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Published On: Tue, Apr 12th, 2016

Teeth for a Lifetime: Young Adults, Millennials and the Quest for Quality Dental Care

Usually, when you think of tooth decay and cavities, you think of older people or small children who haven’t learned how to brush properly. The reality is that dentists are seeing a massive spike in tooth decay among young people – young adults in the age range of 20 to 34.

These people don’t go to the dentist on a regular basis, for a variety of reasons.

For these Millennials, the dentist isn’t a high priority. Either they are in college, they’re struggling to afford dental insurance, or they simply can’t afford to pay for treatment out of pocket.

A study by the National Health and Nutrition Examination Survey shows that only 50 percent of 20-34 year olds have been to the dentist within the past year. This is compared to more than 62 percent of adults aged 35 to 64.

That’s not all. According to the survey, of adults between the ages of 20 and 64, it’s Millennials who have the highest percentage of untreated tooth decay in permanent teeth.

Millennials are also more likely to believe that, because there is no pain there is no problem with their teeth. But, bacterial problems can hide for many years before becoming readily apparent By then, it’s too late. More expensive surgery or treatments may be required.

By the time there is pain, there is usually a bigger issue than plaque buildup.

photo dozenist

photo dozenist

A Major Risk Factor

One reason Millennials are at a higher risk than the general population outside this age range is because they are more likely to drink soft drinks and energy drinks throughout the day. And, even with regular flossing and brushing, it may not be enough to protect against the constant assault in the mouth from these beverages.

Self-Diagnosis Is A Problem

The Internet has given us many great things. Unfortunately, information overload is a side-effect. When you can hop onto WebMD, or any other medical site, you can easily start to think that you don’t need a professional. Self-help sites don’t replace the need to see a professional. Often they are a good first place to investigate, but they won’t replace your need for regular cleanings.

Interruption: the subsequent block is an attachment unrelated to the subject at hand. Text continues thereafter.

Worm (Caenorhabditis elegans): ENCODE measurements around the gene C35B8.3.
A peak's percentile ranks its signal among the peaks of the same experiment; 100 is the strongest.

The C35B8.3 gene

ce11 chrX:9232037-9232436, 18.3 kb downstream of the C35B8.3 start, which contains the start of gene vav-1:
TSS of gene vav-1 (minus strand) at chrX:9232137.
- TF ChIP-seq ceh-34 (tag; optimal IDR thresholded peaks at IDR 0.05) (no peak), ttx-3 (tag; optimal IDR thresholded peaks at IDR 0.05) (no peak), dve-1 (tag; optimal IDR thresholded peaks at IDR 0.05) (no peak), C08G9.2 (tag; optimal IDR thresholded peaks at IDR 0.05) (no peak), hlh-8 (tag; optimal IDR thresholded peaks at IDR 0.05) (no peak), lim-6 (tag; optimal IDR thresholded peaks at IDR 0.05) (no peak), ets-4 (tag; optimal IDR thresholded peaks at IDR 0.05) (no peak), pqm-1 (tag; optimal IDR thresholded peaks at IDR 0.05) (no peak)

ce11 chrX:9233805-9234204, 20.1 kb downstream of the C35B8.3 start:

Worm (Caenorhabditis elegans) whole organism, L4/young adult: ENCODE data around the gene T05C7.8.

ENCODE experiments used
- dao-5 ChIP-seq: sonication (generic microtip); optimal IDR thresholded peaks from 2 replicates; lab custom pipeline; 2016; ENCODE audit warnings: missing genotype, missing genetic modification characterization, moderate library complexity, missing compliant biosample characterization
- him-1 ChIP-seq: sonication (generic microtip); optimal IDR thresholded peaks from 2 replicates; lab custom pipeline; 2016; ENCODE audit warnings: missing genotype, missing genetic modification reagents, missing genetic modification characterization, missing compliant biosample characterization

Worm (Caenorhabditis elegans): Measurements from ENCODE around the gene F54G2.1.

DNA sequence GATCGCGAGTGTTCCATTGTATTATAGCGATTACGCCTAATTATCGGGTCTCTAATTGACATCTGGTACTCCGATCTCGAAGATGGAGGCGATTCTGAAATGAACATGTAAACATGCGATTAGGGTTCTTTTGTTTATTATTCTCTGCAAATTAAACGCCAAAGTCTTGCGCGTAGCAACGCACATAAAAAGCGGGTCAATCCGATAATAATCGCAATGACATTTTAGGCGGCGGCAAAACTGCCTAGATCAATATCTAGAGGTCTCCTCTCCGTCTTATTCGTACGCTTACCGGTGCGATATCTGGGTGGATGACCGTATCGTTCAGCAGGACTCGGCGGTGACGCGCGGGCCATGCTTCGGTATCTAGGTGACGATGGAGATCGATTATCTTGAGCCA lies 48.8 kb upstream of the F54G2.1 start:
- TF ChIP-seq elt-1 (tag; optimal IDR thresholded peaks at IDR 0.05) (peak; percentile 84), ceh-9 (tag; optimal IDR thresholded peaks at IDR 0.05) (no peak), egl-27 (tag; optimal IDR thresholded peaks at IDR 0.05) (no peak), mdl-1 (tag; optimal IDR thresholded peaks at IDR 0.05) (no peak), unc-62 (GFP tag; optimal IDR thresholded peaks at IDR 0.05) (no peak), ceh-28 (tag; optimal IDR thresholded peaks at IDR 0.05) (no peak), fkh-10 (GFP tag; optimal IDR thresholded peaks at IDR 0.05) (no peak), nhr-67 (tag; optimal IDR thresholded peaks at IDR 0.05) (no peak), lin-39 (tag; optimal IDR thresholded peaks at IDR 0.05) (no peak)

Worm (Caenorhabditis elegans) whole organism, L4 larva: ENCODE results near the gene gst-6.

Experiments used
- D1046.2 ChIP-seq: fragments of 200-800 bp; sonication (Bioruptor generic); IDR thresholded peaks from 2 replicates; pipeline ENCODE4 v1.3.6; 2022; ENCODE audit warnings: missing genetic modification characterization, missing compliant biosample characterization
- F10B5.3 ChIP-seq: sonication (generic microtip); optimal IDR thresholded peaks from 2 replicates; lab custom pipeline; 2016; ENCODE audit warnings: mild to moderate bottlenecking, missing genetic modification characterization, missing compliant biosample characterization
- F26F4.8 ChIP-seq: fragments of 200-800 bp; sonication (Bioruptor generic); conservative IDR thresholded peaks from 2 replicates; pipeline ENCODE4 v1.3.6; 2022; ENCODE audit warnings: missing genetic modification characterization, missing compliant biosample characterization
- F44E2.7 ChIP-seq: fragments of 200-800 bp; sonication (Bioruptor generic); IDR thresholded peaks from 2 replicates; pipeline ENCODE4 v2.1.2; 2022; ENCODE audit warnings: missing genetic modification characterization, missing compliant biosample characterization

But Millennials are more likely to self-diagnose any dental issues themselves. In fact, more than 1 in 4 adults say that their teeth and mouth condition is “excellent” or “very good.”

Almost 40 percent self-classify as “good.” If they’re wrong about their diagnosis, it could costs them dearly later on.

Fortunately, more and more employers are offering dental insurance as part of their comprehensive health insurance overhaul. You can see more at Guardian Life about the types of dental plans typical for most businesses.
This at least provides insurance coverage for employees at a reasonable cost.

What About Those Who Can’t Afford Insurance?

Despite the promise of Obamacare, there are still many young adults who can’t afford dental care, because dental insurance isn’t covered under the “essential coverage” provisions of the Affordable Care Act.

If Millennials can’t afford insurance, their only option is to pay for coverage out of pocket, or pay for dental costs out of pocket.

If an individual only needs routine cleaning, this is fine. However, if expensive procedures are required to fix a problem, then Millennials simply may not have the cash to pay for these procedures.

What then?

What To Do

Millennials who are looking for a way to get in to see the dentist should assess their finances. Make sure you really can’t afford the dentist before writing them off.

Taking care of your teeth, first and foremost, is probably the most important thing you can do. Floss twice a day and brush at least as often, after every meal. Is it a pain? It is if you’re not already in the habit of doing these things.

But, it’s the best way to keep your mouth clean between dental visits.

Another thing you can do is cut back on the sodas and sweet foods. Acidic foods damage tooth enamel.

Another thing you can do is try not chewing on things. If you tend to chew on pen caps or pencils, or use your teeth as tools, stop. They can’t take it.

If you’re looking for dental options, try hitting up a dental hygiene school or dental college. You could also try approaching a new dentist fresh out of college. Either of those options might get you into an office that is accepting new patients and accepting them at very affordable rates. Don’t be put off by a lack of experience because these folks just spent years in residency practicing or, if they’re still in school, are operating under the supervision of experienced dentists.

Guest Author :

Sofia Hutchinson is a student at a dental school in New York. Hoping to specialize in pediatric dentistry she writes for a small selection of health related blogs between studies.

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